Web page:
UPDATED: Acurity shares surge to 11-month high as 3.4% of company changes hands

Evolution Healthcare is buying shares in Acurity Health which owns rival Wakefield Hospital| Shares in Acurity Health jumped to an 11-month high in early trading today as almost 3.3% of the company's shares on issue changed hands.

Evolution Healthcare, the Australian private equity healthcare company which owns Boulcott Hospital in Lower Hutt, is buying shares in Acurity Health which owns rival Wakefield Hospital.

Shares in private hospital group Acurity Health jumped 36 percent to an 11-month high as about 3.8 percent of the stock changed hands at $5.50.

Evolution Healthcare "is obviously trying to buy a large stake in Acurity Health," said Bryon Burke, head of equities at Craigs Investment Partners. Burke said Evolution was paying a premium to get volume although he didn't know how big a stake was being sought.

Evolution also owns Shellharbour Private Hospital, South Coast Private and Canberra Private Hospital, according to the company's website. Managing director Ben Thynne wasn't immediately available for comment.

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Earlier

Shares in private hospital group Acurity Health [NZX: ACY] jumped to an 11-month high in early trading today as almost 3.3 percent of the company's shares on issue changed hands.

The stock climbed 36 percent $5.50, the highest since November last year, on turnover of about $3.3 million. That's a 3 percent premium to Acurity's net tangible assets, valued at $5.34 according to NZX data, but still cheaper than the $6 price paid by the Stewart family and the Royston Hospital Trust Board to take control of the company last year.

The spike comes 10 days after the Wellington-based company formerly known as Wakefield Health said underlying earnings were up by between 17 percent and 23 percent to a range of $3.3 million and $3.5 million in the six months ended Sept. 30 as the hospital operator clamped down on costs faster than it lost revenue. It will announce the full results on Nov. 4.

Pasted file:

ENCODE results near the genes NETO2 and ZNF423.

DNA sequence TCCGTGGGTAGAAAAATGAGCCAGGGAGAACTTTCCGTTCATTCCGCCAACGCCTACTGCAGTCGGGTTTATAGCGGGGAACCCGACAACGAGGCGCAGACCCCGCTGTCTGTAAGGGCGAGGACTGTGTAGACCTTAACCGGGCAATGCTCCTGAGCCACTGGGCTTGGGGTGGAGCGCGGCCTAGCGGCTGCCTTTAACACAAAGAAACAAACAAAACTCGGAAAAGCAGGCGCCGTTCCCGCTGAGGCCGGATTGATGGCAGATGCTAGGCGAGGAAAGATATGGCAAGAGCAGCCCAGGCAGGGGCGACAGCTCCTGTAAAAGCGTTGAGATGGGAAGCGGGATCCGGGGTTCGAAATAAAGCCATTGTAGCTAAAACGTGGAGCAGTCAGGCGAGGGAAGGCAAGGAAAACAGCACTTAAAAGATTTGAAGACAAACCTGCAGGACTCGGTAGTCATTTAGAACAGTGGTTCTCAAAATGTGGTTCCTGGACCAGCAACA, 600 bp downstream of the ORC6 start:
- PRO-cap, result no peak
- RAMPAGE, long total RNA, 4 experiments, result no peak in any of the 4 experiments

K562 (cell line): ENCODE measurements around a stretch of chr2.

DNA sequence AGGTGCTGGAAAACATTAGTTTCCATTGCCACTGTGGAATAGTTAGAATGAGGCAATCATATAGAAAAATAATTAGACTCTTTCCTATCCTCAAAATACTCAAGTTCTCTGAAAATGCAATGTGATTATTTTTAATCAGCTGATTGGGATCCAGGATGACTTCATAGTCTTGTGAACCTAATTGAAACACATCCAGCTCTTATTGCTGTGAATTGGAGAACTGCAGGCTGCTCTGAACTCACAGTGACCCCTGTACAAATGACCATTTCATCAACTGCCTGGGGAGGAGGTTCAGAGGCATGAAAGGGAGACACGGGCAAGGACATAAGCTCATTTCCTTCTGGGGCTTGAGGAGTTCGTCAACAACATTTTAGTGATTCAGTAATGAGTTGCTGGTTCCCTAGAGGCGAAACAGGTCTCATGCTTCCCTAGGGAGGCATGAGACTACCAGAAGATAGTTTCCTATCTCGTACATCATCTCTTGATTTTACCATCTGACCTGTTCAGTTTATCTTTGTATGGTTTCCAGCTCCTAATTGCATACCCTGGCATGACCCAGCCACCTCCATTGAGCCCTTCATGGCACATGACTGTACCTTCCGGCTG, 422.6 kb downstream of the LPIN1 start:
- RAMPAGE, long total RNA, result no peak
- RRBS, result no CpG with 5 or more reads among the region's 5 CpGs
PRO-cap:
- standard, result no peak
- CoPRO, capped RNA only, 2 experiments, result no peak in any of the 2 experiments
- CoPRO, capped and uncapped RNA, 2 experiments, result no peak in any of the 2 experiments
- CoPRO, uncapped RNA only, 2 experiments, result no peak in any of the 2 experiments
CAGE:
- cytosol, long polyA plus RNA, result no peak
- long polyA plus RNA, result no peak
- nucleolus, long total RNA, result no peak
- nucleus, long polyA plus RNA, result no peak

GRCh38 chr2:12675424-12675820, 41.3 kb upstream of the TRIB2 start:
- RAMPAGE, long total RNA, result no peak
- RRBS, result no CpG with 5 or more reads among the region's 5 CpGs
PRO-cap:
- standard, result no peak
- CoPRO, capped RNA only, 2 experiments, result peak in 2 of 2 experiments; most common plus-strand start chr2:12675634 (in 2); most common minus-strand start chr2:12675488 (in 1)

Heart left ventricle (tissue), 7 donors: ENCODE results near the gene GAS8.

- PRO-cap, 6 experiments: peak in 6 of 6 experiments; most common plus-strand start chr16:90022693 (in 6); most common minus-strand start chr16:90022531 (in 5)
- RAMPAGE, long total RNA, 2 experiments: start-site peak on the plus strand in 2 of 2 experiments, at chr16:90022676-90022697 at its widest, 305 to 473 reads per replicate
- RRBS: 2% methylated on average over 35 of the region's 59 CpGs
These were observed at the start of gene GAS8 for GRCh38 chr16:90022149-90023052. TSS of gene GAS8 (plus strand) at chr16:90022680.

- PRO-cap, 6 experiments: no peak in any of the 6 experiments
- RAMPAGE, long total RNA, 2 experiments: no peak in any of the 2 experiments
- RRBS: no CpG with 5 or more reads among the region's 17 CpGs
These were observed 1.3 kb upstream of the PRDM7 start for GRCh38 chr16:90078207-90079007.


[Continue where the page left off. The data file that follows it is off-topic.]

Forsyth Barr head of private wealth research Rob Mercer rates the stock a 'hold' with a target price of $5.40. He told BusinessDesk the health sector has good long-term growth underpinning it, with an ageing population likely to fuel demand for elective surgery procedures and feed private sector hospitals.

"The market conditions in the short-term weren't easy - you've had a sizeable shift in the take-up of private health, allocations of DHB and ACC work sub-contracted out to private hospitals, and you've also had the investment in bringing Bowen hospital up to full specifications," Mercer said.

"If you've got a short-term view it's not that interesting, but if you're taking a longer-term view, you're buying a pretty good business," he said.

Over the next five years, Mercer expects a turnaround in declining take-up of private services, as the ageing population puts pressure on what have been shorter waiting times for elective surgery in the public health system.

District health boards delivered about 158,500 elective surgical discharges in the 12 months ended June 30, more than 10,000 ahead of target, and delivering an average annual increase of more than 8,000 discharges over the past five years.

The government's annual spending on health has almost doubled to about $14.5 billion over the past decade, and has increased to 6.8 percent of gross domestic product from 5.5 percent in 2003, according to the Crown's 2013 financial statements.

Over that same 10-year timeframe, consumer prices for private hospital services has climbed 60 percent and health insurance premiums have risen 64 percent, according to government data.

In its long-term fiscal sustainability report, the Treasury predicts health spending to progressively rise to 10.8 percent of GDP by 2060. The government department says the country will need to make choices as to what is publicly provided as that cost balloons with an ageing population, and new and more expensive technology extending life expectancies.

Forsyth Barr's Mercer said there's an unlimited demand for government spending on healthcare, and that it will eventually have to focus on how it allocates that funding.

"The public sector should be for direct emergency care at the forefront, so that anyone who needs care right this minute can get it," Mercer said.

(BusinessDesk)